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Aspirin may not be your best bet for preventing a heart attack

It’s not news that a low-dose aspirin taken each day can help to prevent heart attack in those who’ve already had one.

But is an aspirin-a-day-regimen suitable for everyone on a preventive basis?

Not quite, and it would be unwise to start a daily aspirin regimen without consulting your doctor. But, says Dr. Mitchell Forman, dean of Touro University Nevada College of Osteopathic Medicine, a daily low-dose aspirin might benefit more people than currently are taking one.

Aspirin helps to prevent blood platelets from adhering to one another, Forman says, and taking a low-dose aspirin — about 81 milligrams — each day can help to prevent platelets from clumping together and impeding the flow of blood to your heart.

Research indicates that taking a daily low-dose aspirin can benefit those who have had a heart attack and wish to prevent another one. What about those who haven’t had a heart attack but wish to begin daily aspirin therapy as a preventive?

In healthy people — that is, those who haven’t had a heart attack or stroke, show no evidence of coronary artery disease, and whose blood pressure and lipid levels are fine — “studies seem to confirm that those individuals don’t really benefit from it,” Forman says. “There are no data suggesting that low-dose aspirin is of value for primary prevention.”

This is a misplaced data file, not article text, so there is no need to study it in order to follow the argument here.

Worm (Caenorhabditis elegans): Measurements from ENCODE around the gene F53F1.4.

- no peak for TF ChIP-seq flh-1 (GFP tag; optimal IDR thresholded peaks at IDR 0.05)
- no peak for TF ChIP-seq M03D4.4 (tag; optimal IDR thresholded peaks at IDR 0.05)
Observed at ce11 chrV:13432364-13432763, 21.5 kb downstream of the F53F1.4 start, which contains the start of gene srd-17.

And how about people who haven’t had a heart attack but who do have risk factors for one? The United States Preventive Services Task Force recently released a draft report recommending that certain people ages 50 to 69 years old who haven’t had a heart attack but who are at high risk of having one could benefit from a daily aspirin regimen.

The proposal would apply to those who “have a risk of developing a heart attack or stroke or complications from cardiovascular disease,” Forman says “So you’re already hypertensive, you have high cholesterol, or you’ve already had a myocardial infarction, or heart attack, or stroke” or you have a family history of heart disease.

For such people, Forman says, data indicate that “it may be worthwhile” to take a daily low-dose aspirin.

Note that the draft recommendation is age-related. “In people past the age of 70, it didn’t necessarily show a reduction in subsequent risk,” Forman says.

Note, also, that “these recommendations are just general and very broad, like most recommendations,” Forman says. “You always have to look at a patient on a case-by-case basis.”

The problem is that while aspirin is a relatively safe medication, it’s not an absolutely safe one, and taking it does pose potential risks of its own. Among those risks are stomach bleeding and hemorrhagic strokes, and aspirin shouldn’t be taken by those who have peptic ulcer disease.

Aspirin also can cause gastrointestinal upset, and taking aspirin daily may be risky when it’s taken in conjunction with anticoagulants (sometimes referred to as blood thinners).

The bottom line, Forman says, is that, “as with most medications, and even if it’s an over-the-counter medication, it should be discussed with a patient’s health care provider, whether a physician or an allied health care professional.”

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